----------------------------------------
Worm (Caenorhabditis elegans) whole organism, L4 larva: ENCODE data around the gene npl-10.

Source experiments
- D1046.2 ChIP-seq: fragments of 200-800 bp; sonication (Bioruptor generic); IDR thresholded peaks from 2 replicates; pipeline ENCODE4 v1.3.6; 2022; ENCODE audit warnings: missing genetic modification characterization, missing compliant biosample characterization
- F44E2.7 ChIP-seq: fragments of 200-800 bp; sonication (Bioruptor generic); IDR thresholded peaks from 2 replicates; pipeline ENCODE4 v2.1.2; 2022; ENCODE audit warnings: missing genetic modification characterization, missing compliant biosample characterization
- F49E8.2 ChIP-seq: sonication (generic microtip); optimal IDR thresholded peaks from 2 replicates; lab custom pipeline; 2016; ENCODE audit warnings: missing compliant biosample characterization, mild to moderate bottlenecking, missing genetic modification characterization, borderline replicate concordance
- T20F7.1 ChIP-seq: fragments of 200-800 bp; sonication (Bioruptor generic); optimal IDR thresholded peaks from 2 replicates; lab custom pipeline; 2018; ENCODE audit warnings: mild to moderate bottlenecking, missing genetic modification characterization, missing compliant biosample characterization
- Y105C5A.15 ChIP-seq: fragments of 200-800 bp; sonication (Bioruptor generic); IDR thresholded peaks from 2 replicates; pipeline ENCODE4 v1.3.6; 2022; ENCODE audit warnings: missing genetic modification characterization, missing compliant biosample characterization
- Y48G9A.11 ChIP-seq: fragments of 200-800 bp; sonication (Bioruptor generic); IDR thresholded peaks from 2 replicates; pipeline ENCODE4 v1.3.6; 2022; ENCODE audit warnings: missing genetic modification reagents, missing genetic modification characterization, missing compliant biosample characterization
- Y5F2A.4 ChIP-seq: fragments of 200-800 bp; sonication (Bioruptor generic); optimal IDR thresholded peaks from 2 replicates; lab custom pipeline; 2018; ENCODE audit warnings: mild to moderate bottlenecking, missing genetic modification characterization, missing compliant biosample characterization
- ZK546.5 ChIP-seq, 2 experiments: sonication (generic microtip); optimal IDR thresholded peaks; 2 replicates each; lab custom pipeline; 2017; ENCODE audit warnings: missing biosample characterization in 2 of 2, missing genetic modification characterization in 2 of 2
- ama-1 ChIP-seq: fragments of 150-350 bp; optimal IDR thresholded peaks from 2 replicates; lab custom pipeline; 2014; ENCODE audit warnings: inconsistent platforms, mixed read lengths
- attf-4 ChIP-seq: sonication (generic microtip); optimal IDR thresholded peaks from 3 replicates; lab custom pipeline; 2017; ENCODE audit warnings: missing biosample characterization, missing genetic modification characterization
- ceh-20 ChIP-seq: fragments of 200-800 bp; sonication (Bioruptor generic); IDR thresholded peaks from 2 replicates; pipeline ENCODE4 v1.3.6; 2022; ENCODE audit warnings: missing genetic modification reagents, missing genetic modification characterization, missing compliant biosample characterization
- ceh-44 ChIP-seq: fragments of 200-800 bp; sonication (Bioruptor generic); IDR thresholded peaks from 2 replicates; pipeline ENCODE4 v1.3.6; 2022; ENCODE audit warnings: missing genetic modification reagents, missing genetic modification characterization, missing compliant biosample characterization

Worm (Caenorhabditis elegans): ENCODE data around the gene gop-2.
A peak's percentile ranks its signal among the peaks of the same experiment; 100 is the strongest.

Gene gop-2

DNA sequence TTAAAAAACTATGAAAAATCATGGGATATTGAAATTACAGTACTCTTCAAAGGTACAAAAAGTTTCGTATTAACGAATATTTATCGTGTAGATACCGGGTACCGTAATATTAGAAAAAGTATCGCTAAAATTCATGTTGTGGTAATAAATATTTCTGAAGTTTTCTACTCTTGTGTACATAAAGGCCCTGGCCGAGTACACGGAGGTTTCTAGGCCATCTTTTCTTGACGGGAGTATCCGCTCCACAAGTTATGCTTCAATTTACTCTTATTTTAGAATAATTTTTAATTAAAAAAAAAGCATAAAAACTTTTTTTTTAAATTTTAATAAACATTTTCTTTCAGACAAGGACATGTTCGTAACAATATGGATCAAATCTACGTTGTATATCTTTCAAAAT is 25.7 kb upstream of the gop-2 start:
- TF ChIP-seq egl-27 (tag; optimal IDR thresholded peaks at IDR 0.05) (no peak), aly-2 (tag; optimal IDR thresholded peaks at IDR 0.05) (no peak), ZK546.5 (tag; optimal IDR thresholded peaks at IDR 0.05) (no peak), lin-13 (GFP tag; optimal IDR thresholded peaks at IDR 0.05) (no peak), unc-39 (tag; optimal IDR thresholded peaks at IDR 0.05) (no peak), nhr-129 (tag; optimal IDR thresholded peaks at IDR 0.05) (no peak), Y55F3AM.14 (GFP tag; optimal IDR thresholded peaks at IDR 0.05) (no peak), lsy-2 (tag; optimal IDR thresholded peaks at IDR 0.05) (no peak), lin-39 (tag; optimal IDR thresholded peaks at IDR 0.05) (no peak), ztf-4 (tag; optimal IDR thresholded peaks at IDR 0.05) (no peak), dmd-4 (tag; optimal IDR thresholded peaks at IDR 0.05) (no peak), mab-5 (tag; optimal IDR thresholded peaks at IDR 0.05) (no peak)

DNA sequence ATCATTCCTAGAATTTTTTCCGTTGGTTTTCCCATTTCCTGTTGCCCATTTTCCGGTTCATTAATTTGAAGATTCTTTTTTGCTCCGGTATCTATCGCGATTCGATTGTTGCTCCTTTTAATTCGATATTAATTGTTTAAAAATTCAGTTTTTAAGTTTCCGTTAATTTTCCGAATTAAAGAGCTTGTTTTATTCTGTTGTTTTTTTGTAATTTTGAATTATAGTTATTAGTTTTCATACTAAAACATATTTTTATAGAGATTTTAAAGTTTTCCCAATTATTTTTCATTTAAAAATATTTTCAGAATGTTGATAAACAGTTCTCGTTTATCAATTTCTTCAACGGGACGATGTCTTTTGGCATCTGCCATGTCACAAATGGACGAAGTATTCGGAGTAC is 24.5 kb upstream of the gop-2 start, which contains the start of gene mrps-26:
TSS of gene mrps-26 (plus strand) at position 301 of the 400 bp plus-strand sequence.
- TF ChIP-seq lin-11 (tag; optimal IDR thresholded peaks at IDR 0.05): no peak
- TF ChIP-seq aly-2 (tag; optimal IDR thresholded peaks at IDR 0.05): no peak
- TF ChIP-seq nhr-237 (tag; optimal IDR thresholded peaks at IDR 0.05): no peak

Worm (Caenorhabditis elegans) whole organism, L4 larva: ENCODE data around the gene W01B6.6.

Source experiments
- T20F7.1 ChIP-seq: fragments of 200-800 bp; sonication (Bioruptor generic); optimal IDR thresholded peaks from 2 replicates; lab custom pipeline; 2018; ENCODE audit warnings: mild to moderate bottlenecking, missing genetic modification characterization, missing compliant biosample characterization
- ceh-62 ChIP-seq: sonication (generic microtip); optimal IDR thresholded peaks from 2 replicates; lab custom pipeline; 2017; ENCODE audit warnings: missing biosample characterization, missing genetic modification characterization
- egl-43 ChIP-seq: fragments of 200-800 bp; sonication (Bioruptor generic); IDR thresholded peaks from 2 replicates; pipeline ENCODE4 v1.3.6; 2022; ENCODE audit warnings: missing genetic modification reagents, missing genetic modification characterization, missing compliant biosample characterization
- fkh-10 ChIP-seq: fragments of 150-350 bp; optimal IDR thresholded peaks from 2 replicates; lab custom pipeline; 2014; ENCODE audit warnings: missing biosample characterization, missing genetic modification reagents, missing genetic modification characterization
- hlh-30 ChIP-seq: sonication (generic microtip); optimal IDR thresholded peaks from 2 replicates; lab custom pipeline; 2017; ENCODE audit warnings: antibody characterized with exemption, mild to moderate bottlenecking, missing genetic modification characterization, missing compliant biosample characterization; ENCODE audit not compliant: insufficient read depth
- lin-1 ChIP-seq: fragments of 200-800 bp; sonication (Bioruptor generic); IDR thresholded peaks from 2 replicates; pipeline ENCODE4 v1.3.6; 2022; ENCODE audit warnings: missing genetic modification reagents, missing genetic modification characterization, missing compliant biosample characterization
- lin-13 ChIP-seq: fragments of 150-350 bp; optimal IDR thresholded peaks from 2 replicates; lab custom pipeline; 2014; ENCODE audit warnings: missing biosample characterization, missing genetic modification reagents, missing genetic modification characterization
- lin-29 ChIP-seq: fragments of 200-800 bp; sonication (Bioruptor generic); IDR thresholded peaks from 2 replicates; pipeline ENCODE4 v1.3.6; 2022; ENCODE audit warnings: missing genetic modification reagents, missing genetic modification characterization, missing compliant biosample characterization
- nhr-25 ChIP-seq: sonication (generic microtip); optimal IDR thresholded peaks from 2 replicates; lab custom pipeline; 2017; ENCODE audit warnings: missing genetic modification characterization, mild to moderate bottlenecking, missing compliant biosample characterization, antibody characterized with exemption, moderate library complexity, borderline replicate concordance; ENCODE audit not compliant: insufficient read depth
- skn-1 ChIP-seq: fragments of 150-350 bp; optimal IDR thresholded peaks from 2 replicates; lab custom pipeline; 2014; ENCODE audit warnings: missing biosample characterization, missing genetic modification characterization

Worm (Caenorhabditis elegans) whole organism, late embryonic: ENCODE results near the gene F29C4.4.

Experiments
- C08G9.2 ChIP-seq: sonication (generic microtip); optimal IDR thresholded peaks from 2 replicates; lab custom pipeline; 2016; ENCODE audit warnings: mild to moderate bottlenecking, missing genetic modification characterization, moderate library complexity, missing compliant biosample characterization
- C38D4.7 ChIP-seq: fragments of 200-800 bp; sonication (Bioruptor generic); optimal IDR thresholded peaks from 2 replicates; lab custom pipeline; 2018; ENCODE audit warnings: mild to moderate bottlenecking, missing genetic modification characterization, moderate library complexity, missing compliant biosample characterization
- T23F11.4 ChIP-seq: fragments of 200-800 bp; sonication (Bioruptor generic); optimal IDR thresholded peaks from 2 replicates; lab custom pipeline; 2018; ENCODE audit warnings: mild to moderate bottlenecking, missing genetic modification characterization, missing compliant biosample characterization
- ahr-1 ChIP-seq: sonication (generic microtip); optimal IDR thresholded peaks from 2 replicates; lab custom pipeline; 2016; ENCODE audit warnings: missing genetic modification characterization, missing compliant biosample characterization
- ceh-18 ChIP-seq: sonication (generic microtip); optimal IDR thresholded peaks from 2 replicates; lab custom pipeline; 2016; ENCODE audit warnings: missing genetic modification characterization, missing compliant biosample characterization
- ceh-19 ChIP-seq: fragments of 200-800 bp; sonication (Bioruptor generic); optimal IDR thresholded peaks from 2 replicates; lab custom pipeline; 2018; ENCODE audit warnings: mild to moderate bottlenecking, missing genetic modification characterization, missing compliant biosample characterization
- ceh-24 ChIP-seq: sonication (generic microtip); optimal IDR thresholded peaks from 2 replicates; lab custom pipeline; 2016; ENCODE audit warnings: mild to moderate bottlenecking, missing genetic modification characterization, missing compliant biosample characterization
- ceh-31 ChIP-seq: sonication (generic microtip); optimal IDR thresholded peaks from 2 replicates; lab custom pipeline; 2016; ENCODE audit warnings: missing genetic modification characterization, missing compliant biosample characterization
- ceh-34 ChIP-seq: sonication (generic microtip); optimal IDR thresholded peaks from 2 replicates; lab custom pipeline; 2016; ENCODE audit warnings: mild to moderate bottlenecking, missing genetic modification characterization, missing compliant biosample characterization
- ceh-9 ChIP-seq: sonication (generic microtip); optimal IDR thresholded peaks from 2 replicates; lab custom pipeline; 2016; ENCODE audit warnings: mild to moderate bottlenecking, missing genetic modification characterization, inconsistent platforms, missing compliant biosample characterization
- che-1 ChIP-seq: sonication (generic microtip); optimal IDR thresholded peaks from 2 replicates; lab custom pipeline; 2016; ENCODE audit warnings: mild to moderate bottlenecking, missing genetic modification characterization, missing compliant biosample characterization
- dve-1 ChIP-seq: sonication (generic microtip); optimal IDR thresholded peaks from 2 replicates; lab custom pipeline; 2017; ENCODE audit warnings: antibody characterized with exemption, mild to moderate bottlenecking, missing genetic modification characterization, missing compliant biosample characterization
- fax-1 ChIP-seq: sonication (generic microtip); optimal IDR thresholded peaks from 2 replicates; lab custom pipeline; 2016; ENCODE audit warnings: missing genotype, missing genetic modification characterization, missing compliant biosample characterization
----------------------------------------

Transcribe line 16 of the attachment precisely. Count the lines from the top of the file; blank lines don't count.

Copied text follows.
A peak's percentile ranks its signal among the peaks of the same experiment; 100 is the strongest.